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Effect of waste milk pasteurization on fecal shedding of Salmonella in preweaned calves

Edrington, Tom S., Garcia Buitrago, J. Armando, Hagevoort, G. Robert, Loneragan, G.H., Bricta-Harhay, D.M., Callaway, Todd R., Anderson, Robin C., Nisbet, David J.
Journal of dairy science 2018 v.101 no.10 pp. 9266-9274
Holstein, Salmonella, antibiotic resistance, antibiotics, dairy calves, detection limit, disease prevention, farms, feces, milk, milk contamination, neonates, pasteurization, pathogens, risk, screening, serotypes, wastes, weaning, Southwestern United States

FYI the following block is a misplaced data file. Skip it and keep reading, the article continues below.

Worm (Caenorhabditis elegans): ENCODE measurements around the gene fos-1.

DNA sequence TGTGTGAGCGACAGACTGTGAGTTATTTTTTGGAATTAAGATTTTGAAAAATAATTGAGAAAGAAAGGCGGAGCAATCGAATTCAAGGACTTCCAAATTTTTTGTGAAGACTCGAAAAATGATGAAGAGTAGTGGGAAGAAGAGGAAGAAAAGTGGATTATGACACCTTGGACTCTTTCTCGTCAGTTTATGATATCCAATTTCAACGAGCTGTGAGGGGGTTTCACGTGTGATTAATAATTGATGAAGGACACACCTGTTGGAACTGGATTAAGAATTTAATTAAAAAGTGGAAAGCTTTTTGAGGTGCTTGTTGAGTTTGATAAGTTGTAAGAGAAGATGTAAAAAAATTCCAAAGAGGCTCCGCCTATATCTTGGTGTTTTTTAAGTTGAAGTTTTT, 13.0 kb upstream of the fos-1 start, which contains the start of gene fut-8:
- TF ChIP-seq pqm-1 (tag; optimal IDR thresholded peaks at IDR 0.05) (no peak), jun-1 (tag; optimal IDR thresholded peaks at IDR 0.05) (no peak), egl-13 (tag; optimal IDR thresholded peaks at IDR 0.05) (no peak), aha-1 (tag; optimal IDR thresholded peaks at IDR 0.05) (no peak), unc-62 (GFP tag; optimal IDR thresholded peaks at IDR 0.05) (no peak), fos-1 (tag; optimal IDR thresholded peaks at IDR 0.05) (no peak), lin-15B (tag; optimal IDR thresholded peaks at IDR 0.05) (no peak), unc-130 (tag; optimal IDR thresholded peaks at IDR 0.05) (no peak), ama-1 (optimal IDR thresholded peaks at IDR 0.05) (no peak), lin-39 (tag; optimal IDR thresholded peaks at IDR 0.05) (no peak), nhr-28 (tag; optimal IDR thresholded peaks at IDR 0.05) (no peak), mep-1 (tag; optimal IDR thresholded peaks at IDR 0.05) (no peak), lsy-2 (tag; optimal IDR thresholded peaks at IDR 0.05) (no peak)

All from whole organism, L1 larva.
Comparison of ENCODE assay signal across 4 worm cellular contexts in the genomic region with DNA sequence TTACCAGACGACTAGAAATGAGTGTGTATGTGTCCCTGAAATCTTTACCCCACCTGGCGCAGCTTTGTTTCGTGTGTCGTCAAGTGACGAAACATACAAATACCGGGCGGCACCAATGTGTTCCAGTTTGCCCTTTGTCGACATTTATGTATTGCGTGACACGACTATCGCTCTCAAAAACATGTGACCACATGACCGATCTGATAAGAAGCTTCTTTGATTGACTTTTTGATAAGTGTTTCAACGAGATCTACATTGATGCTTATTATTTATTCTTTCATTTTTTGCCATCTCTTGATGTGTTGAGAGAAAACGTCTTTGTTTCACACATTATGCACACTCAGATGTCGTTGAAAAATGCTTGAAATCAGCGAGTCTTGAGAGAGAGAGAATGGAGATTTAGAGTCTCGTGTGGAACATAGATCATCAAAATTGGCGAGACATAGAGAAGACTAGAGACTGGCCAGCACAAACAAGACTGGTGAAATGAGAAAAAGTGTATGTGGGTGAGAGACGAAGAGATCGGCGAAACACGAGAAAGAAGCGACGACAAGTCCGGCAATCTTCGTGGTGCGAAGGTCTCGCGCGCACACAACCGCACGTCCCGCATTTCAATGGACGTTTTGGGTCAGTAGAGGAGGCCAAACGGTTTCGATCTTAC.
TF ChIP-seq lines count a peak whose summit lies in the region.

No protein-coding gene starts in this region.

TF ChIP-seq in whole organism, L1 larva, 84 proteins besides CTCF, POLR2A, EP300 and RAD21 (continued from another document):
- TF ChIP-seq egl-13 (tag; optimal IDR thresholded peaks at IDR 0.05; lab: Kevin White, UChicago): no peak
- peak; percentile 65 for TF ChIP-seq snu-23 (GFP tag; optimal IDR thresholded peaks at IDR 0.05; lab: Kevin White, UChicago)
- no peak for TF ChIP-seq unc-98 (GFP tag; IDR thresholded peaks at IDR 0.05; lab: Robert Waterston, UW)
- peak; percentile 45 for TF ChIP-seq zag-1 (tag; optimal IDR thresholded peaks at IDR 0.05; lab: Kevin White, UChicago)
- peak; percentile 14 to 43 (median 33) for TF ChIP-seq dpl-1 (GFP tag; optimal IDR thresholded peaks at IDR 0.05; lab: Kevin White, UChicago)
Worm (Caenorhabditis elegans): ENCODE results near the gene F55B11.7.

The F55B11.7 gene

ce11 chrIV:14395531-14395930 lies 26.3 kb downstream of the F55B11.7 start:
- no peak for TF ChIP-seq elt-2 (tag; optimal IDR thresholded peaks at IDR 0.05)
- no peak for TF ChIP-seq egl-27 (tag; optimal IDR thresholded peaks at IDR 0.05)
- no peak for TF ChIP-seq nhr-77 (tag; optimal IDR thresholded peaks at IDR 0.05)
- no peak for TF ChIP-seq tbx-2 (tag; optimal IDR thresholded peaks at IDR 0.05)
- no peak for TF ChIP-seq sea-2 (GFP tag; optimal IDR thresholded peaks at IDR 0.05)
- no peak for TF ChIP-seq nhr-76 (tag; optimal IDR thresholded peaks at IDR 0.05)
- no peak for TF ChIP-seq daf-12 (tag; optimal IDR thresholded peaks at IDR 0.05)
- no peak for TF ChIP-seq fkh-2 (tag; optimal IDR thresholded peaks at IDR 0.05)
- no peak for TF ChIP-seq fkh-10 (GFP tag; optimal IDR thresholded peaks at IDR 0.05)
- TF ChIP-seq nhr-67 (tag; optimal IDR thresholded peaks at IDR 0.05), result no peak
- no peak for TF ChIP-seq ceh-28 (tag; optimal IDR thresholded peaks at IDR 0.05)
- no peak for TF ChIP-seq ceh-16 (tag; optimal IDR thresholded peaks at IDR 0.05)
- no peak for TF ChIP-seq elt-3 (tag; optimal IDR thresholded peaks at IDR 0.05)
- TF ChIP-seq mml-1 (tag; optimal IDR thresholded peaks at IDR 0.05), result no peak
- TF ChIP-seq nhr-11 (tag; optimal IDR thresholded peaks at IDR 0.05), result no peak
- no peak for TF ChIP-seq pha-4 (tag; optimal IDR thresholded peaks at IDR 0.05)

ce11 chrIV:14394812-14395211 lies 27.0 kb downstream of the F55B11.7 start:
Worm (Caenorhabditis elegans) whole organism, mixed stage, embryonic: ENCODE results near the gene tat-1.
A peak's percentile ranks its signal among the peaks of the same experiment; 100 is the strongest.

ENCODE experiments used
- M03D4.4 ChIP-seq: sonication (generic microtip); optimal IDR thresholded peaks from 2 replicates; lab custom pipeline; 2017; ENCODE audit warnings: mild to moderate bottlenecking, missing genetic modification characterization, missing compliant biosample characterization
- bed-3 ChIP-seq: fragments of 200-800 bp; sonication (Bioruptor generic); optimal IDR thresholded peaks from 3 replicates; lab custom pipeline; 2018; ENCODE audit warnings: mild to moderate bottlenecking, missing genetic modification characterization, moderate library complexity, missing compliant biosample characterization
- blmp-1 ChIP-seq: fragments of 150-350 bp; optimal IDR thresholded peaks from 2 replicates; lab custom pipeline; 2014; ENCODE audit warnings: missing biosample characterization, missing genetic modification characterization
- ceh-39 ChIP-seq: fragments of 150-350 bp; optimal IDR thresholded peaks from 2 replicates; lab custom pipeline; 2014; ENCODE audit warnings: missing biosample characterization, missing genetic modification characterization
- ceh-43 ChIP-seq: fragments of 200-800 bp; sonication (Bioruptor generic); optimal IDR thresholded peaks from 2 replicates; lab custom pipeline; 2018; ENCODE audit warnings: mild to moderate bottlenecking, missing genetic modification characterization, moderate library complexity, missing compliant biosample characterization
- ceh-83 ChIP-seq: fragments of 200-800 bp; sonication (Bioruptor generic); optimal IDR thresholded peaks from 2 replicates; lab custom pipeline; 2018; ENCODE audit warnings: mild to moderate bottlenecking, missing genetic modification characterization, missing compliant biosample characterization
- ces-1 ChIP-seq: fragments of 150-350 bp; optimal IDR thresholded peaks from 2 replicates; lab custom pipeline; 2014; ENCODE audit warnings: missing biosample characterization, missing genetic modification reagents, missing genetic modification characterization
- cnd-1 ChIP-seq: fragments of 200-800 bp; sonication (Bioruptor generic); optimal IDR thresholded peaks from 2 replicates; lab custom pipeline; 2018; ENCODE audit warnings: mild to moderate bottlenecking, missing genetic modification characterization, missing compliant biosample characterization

The objective of the current research was to determine if pasteurization of nonsaleable waste milk influences fecal Salmonella concentrations and prevalence, or antimicrobial susceptibility and serotype of the cultured isolates. Holstein dairy calves (n = 211) were housed on a single commercial dairy in the southwestern United States and randomly allotted to be fed either pasteurized (PWM; n = 128 calves) or nonpasteurized waste milk (NPWM; n = 83 calves). Fecal samples were collected via rectal palpation or from freshly voided, undisturbed fecal pats, weekly during the first 4 wk of the animal's life and then again at weaning. Eight total collections were made and 1,117 fecal samples cultured for Salmonella. One isolate from each culture-positive fecal sample was preserved for antimicrobial susceptibility screening and serotyping. Sixty-nine percent of the fecal samples were culture positive for Salmonella with no difference due to treatment (67.7 and 69% Salmonella positive for PWM and NPWM treatments, respectively). Few fecal samples (178/1,117; 15.9%) contained Salmonella concentrations above the limit of detection (∼1 cfu/g of feces) with concentrations ranging from 1.0 to 6.46 cfu (log10)/g of feces. Concentration was not affected by treatment. Seventeen different serotypes were identified, the majority of which were Montevideo and Anatum. A greater percentage of Typhimurium (87 vs. 13%), Muenchen (88 vs. 12%), and Derby (91 vs. 9%) were recovered from calves fed PWM compared with NPWM-fed calves. Conversely, Newport (12.5 vs. 86%), Bredeney (22.2 vs. 77.8%), and Muenster (12.5 vs. 87.5%) were lower in PWM compared with NPWM treatments. The majority (66.7%) of isolates were susceptible to all of the antibiotics examined. Results from this one commercial dairy suggest that milkborne Salmonella is not an important vector of transmission in dairy neonates, nor does pasteurization of waste milk influence fecal shedding of this pathogen. Caution should be used, however, when extrapolating results to other farms as Salmonella contamination of milk on farm is well documented. The potential benefits of pasteurization in disease prevention outweigh the potential risks of feeding a nonpasteurized product and warrants incorporation into any calf-rearing program using nonsaleable waste milk for feeding young dairy neonates.